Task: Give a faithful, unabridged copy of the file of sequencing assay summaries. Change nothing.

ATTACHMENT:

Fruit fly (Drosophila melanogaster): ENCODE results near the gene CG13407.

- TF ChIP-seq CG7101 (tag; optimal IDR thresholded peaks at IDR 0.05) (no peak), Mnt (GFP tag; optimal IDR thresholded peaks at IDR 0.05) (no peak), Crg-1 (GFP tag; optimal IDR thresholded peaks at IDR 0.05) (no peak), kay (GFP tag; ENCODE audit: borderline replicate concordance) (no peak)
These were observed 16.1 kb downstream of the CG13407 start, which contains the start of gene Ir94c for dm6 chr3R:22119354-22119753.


Fruit fly (Drosophila melanogaster): ENCODE results near the gene CG13407.

- TF ChIP-seq CG7101 (tag; optimal IDR thresholded peaks at IDR 0.05) (no peak), Mnt (GFP tag; optimal IDR thresholded peaks at IDR 0.05) (no peak), Crg-1 (GFP tag; optimal IDR thresholded peaks at IDR 0.05) (no peak), kay (GFP tag; ENCODE audit: borderline replicate concordance) (no peak)
These were observed 16.1 kb downstream of the CG13407 start, which contains the start of gene Ir94c for dm6 chr3R:22119354-22119753.